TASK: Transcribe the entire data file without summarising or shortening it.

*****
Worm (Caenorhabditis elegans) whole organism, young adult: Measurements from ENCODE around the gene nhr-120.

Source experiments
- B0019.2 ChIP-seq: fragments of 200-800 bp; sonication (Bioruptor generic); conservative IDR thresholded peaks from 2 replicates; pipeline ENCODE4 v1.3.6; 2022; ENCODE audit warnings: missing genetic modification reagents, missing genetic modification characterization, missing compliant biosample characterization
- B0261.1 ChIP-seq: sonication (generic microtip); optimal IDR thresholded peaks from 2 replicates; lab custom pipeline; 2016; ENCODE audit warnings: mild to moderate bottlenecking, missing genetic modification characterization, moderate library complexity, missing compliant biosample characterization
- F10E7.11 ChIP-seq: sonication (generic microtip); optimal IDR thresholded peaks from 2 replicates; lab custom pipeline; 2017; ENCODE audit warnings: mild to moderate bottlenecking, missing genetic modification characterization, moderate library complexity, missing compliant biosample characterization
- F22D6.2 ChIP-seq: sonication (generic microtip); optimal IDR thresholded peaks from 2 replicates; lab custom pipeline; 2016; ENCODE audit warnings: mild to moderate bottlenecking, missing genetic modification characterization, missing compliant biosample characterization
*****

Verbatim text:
Worm (Caenorhabditis elegans) whole organism, young adult: Measurements from ENCODE around the gene nhr-120.

Source experiments
- B0019.2 ChIP-seq: fragments of 200-800 bp; sonication (Bioruptor generic); conservative IDR thresholded peaks from 2 replicates; pipeline ENCODE4 v1.3.6; 2022; ENCODE audit warnings: missing genetic modification reagents, missing genetic modification characterization, missing compliant biosample characterization
- B0261.1 ChIP-seq: sonication (generic microtip); optimal IDR thresholded peaks from 2 replicates; lab custom pipeline; 2016; ENCODE audit warnings: mild to moderate bottlenecking, missing genetic modification characterization, moderate library complexity, missing compliant biosample characterization
- F10E7.11 ChIP-seq: sonication (generic microtip); optimal IDR thresholded peaks from 2 replicates; lab custom pipeline; 2017; ENCODE audit warnings: mild to moderate bottlenecking, missing genetic modification characterization, moderate library complexity, missing compliant biosample characterization
- F22D6.2 ChIP-seq: sonication (generic microtip); optimal IDR thresholded peaks from 2 replicates; lab custom pipeline; 2016; ENCODE audit warnings: mild to moderate bottlenecking, missing genetic modification characterization, missing compliant biosample characterization